The Ohio State football team could field a baseball team with just its captains, which explains why I consider it a swing and a miss that the Buckeyes are going with nine captains this season, easily the most in program history.

I’m not alone. In an online survey of slightly more than 400 fans, 42 percent think nine captains is too many, because it dilutes the honor. Another 10 percent gave the higher number a thumbs up, basically saying the more the merrier. The remaining 48 percent voted for “Who cares? Bring on Indiana.” Buckeye Nation. Gotta love it.

The reason so many captains bothers me is twofold: Too many voices can lead to too little action as opinions vie for supremacy; and the soccer trophy mentality, where everyone gets rewarded just for participating. How special is it when nearly 10 percent of the scholarship players are captains?

I contacted former Ohio State football captain Rick Middleton and non-captain John Brockington to see where they stand on the issue, figuring those in the family tree deserve to weigh in.

But first some background. From Woody Hayes’ first season in 1951 to when Meyer took over in 2012, the Buckeyes averaged 3.4 captains a season and never had more than six. Hayes’ teams averaged 2.4 captains, with five being the most. Under Earle Bruce, the Buckeyes averaged 3.7 captains, topping out at six. John Cooper’s teams averaged 3.2, cresting at five. Jim Tressel mostly followed the path of his predecessors, averaging 3.8, with six the most. Ohio State had four captains in Luke Fickell’s one season, then came Meyer, who went with five out of the chute. The Buckeyes have averaged 6.5 under Meyer, including this year’s baseball lineup. They had seven last season.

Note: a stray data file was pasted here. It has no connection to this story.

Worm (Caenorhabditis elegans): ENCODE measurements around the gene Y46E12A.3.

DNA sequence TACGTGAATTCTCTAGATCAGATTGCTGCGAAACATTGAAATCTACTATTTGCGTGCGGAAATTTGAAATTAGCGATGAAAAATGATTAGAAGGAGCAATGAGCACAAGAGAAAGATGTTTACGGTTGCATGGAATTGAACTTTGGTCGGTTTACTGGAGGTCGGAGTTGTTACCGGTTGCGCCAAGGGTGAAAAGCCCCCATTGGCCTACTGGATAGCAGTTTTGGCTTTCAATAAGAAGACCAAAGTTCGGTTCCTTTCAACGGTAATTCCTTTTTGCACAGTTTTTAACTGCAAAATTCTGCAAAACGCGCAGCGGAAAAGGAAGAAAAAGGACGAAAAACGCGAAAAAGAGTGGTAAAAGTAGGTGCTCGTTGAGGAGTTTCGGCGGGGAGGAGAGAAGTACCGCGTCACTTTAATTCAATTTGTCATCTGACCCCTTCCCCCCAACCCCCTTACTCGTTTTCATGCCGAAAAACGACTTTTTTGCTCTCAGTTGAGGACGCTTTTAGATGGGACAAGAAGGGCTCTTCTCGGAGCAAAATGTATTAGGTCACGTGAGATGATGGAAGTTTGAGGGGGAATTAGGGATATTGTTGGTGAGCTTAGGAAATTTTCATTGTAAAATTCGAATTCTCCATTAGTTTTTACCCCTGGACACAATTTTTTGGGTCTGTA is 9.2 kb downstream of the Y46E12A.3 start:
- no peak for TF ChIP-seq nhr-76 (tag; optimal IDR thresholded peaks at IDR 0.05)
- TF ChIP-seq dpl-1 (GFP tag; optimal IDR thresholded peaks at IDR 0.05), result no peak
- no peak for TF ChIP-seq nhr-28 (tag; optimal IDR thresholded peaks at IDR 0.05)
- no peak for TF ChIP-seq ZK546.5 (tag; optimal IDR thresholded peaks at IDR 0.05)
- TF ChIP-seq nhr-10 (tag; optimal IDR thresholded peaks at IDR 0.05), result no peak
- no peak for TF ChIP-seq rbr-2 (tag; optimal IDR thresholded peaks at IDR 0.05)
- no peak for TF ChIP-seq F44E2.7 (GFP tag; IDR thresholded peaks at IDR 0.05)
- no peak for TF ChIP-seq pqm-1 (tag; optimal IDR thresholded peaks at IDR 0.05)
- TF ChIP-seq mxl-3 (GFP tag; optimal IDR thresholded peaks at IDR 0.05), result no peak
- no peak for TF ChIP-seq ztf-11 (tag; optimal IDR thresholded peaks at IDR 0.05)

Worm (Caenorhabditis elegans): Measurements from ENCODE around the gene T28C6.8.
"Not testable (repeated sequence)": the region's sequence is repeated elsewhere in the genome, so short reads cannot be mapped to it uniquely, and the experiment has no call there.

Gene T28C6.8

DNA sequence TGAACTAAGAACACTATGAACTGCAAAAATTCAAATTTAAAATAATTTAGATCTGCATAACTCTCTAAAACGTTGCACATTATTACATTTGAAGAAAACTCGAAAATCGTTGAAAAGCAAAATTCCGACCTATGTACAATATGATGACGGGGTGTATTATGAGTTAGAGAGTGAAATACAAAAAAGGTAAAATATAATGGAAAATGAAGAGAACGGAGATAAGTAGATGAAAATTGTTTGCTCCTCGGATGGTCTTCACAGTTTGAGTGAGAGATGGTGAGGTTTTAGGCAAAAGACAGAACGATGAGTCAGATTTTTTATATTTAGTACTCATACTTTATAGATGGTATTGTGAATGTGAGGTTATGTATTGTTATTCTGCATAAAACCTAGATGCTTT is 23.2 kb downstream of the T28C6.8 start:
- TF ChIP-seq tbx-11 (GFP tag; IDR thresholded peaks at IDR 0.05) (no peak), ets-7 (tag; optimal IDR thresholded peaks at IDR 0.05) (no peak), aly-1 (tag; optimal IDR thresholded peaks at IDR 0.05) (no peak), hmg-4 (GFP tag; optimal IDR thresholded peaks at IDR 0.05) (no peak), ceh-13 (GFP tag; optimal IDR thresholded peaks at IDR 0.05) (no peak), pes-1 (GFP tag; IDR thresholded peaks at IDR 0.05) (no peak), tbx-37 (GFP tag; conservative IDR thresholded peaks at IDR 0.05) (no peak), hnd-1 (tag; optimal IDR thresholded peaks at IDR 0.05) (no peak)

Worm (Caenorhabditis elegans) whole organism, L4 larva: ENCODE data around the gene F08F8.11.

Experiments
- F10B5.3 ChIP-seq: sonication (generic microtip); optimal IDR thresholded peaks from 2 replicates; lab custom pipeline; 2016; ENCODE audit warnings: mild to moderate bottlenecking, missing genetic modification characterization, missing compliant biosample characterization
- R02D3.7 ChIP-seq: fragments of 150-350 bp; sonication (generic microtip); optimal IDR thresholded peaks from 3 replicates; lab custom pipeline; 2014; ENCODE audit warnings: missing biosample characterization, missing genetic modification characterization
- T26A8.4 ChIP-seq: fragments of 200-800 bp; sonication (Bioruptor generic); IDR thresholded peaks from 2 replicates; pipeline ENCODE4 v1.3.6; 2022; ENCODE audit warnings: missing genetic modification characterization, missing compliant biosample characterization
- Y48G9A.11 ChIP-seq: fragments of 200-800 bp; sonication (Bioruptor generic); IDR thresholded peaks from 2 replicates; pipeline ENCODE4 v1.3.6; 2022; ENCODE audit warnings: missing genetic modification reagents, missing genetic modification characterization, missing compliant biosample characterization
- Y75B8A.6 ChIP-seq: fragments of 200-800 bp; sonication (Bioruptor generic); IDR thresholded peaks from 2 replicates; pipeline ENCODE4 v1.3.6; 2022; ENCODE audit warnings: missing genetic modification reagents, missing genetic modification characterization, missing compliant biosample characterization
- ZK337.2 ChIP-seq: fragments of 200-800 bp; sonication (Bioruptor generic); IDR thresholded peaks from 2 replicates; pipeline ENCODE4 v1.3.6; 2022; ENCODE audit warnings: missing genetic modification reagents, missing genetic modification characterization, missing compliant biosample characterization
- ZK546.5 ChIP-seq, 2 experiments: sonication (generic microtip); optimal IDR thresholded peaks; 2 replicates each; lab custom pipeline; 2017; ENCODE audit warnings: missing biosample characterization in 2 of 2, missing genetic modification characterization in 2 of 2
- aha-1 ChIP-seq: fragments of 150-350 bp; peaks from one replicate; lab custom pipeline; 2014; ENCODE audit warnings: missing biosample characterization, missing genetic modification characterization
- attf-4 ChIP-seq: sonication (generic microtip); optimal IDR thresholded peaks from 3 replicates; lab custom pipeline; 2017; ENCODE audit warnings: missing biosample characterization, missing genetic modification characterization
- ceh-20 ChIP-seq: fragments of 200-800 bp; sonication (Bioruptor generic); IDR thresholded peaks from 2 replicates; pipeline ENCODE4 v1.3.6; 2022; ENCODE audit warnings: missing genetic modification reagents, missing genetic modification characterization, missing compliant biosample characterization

Middleton, who was defensive captain in 1973, hesitates to argue with Meyer’s record of success, but still wonders how having so many captains will work.

“To me, that seems a little much,” he said. “I’ve always felt what was needed was somebody to be a spokesperson for the players to the coaching staff. When you have nine guys, you can have nine different opinions. When I was captain my senior year — we actually elected players then; coaches help do it now — we elected one for defense and (quarterback) Greg Hare on offense, and I always thought that was the way to go.”

Middleton shared a wonderful story about how he became captain. As a junior, he helped stage a locker room sit-in to protest Hayes’ dismissal of a player who had been late to meetings twice in the same day.

“Woody pulled into the parking lot at the same time as the player and was chasing him around the facility, then came into the locker room and threw the guy’s equipment in the middle of the floor and yelled, ‘You’re off the team.’ Essentially, we all got together and said we’re not going out to practice until the guy was reinstated.”

After the team rejected Hayes’ attempt to have assistants resolve the issue, Woody entered the locker room and began convincing players they were wrong.

“Woody could hypnotize you,” Middleton said. “He could convince you that you were someone you weren’t. I had seen it before, and I can’t believe players are agreeing with him, so I stood on a bench and went ballistic, telling Woody we can’t have guys coming to practice worried they’re going to get beat up by coaches in the parking lot.”

Hayes seethed, but relented, agreeing to reinstate the player.

“As we’re walking out, (linebacker) Vic Koegel says to me, ‘Hey, I’m voting you for captain next spring,’ ” Middleton said.

Brockington leans the other way on captaincy numbers. It doesn’t bother him that he was not one of Hayes’ four captains his senior season in 1970, even though by today’s numbers he likely would have been.

“If the kids are showing hard work and (Meyer) wants to reward them, more power to them,” Brockington said. “Heavy is the head that wears the crown, so those guys will have to step up. And if those nine guys step up, the rest of the team will follow.”

At least that’s the plan. I’m not so sure, but time will tell.